• Hopefully you do realize that once AMD goes down, Intel will most likely jack up the prices way, way up.

          There are way more "mindless mainstream users" than techies, and without them, there's no AMD. I've rather have them advertise more, charge me extra $5 per chip, and develop a better faster chip through competition that would've cost me extra $50 if AMD wasn't around.
      • Do you know that Intel spent roughly 700 million on advertising last year...? Do you realize that AMD made 2.7 billion (that is before expenses). Add to that how Intel is adding more than 200 Million more to their ad budget this year to fight against hammer (by 'helping' white box vendors & some other new monoplistic ways of advertising)...

        I'd love to see AMD ads more often, but lets be a bit more realistic... Intel spends almost a third of the total earnings of AMD for a year on advertising... AMD couldn't keep up with that unless they were much bigger...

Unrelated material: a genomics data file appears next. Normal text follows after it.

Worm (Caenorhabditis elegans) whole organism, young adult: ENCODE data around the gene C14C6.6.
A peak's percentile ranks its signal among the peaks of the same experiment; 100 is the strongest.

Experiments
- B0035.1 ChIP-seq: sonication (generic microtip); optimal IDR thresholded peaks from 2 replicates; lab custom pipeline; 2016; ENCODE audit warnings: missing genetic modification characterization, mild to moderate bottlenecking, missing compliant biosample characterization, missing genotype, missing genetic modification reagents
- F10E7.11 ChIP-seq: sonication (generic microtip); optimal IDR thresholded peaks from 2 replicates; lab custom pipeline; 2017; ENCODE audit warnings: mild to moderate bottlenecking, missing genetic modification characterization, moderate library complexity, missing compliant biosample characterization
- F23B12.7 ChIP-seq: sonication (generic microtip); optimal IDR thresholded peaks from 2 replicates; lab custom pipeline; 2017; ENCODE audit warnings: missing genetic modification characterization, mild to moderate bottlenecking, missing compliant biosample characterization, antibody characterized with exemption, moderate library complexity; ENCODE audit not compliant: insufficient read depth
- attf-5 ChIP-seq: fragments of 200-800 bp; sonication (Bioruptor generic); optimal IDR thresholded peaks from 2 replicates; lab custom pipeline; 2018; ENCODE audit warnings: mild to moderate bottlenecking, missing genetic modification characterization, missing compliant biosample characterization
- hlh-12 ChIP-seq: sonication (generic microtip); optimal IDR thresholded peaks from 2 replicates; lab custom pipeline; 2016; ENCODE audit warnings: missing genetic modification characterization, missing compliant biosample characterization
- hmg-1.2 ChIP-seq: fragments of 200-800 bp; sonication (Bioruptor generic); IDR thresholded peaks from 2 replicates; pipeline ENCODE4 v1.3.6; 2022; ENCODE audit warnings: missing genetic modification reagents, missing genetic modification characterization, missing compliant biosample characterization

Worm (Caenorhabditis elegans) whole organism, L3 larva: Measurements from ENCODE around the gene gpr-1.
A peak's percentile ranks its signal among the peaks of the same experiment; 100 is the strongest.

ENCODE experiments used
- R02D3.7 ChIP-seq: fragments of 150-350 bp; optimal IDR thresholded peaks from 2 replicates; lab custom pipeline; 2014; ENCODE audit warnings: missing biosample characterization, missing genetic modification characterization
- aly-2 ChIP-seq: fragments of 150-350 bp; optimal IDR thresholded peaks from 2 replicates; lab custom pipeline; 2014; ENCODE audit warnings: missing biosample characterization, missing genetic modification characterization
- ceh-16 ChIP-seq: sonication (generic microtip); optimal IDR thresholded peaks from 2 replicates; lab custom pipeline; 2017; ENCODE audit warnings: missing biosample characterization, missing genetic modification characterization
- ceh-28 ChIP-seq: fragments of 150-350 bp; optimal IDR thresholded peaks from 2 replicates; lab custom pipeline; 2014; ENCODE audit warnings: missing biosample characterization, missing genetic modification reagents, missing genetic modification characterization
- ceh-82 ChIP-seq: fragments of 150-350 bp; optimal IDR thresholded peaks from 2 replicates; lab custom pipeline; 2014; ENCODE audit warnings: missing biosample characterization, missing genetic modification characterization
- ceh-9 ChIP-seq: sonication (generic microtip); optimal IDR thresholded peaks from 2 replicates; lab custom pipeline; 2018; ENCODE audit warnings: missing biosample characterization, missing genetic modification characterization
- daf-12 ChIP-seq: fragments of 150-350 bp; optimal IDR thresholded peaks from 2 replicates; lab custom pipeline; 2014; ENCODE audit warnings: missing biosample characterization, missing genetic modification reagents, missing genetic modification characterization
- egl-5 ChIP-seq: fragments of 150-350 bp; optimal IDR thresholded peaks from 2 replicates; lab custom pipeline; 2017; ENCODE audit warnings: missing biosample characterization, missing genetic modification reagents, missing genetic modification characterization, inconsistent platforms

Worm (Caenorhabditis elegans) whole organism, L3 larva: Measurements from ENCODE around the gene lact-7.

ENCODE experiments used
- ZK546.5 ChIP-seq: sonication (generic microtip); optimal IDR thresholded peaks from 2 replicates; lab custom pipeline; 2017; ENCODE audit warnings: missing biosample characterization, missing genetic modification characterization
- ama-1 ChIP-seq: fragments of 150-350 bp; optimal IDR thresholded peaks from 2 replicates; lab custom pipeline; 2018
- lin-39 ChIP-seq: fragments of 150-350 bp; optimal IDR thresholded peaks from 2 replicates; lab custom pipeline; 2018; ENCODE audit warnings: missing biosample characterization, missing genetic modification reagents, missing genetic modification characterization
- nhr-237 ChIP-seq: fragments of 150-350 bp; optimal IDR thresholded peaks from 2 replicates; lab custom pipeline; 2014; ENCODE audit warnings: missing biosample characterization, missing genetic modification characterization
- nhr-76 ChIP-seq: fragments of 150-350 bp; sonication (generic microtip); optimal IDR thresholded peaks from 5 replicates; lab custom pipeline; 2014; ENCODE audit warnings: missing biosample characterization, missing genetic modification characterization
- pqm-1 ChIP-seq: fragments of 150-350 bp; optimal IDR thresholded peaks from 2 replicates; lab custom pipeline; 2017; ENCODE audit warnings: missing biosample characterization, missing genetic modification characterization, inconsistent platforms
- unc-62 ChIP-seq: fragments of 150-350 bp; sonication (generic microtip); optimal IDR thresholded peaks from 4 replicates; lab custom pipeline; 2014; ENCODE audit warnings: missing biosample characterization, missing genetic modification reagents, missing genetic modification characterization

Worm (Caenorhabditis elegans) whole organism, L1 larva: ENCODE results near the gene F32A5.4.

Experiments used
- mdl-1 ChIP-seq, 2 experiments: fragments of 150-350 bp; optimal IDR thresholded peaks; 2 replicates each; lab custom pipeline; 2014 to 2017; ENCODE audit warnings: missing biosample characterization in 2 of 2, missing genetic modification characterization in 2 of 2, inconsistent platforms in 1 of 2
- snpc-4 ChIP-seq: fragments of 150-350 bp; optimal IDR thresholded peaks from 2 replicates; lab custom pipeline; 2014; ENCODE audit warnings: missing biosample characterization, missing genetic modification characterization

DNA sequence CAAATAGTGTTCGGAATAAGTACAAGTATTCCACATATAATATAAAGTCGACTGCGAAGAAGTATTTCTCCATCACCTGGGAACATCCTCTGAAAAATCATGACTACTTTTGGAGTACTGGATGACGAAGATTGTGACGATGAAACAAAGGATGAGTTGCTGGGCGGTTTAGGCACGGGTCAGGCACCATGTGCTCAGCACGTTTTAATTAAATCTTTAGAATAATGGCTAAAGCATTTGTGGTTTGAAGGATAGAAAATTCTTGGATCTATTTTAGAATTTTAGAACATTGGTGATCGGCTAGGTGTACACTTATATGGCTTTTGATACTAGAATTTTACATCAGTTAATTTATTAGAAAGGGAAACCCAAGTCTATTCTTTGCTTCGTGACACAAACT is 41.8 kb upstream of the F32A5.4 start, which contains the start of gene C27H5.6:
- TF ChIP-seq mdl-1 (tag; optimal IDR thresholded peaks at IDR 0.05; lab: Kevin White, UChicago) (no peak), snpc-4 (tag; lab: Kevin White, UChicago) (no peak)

• AMD was only cheaper for non mainstream users who purchased their own components from the grey market and assembled them. If you look at AMD's 1000 unit pricing, the are lower than Intel's but quite competitve. Last time I checked, in June, the discount of street prices to OEM prices was 40% for AMD vs. 5% for Intel. If AMD had better control over their channel, you would be singing a very different tune. Also, if AMD advertised more, pricing would be quite similar, and they would probably take more contol over their top tier buyers, similar to Intel.
        Yes, Opteron will be cheaper than Itanium but might only be significantly cheaper for those who assemble their own systems.
  • This article just reiterates stuff that we've all heard before about the Hammers. However, there is one new piece of interesting information: if the pictures are to be interpreted at face value, the hammers will finally get the heat spreaders that the P4s have had for a long time. Don't get me wrong, I'm an amd fan all the way, but athlons (aka fires waiting to happen) have needed these for a long time.
  • Tough crowd.
  • not much there.. (Score:3, Insightful)

    by kesuki ( 321456 ) on Tuesday August 20, 2002 @10:38PM (#4109167) Journal
    A picture of a pure copper CPU mock-up, and then a picture of an evaluation opteron. And about 4 pages of months old regurgitated AMD press releases. I wouldn't really consider this news, since AMD's been showing off the evaluation chip for a few months now.
  • by glassware ( 195317 ) on Tuesday August 20, 2002 @10:38PM (#4109169) Homepage Journal